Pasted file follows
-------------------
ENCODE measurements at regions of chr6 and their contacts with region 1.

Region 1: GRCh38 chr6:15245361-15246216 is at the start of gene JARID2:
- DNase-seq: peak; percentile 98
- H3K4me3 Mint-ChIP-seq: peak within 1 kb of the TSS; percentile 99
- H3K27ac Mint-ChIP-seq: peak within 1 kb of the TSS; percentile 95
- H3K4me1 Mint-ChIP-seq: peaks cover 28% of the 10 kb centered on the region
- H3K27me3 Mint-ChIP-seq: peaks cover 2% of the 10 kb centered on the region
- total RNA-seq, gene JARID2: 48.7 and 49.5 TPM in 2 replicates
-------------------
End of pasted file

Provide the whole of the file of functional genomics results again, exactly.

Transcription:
ENCODE measurements at regions of chr6 and their contacts with region 1.

Region 1: GRCh38 chr6:15245361-15246216 is at the start of gene JARID2:
- DNase-seq: peak; percentile 98
- H3K4me3 Mint-ChIP-seq: peak within 1 kb of the TSS; percentile 99
- H3K27ac Mint-ChIP-seq: peak within 1 kb of the TSS; percentile 95
- H3K4me1 Mint-ChIP-seq: peaks cover 28% of the 10 kb centered on the region
- H3K27me3 Mint-ChIP-seq: peaks cover 2% of the 10 kb centered on the region
- total RNA-seq, gene JARID2: 48.7 and 49.5 TPM in 2 replicates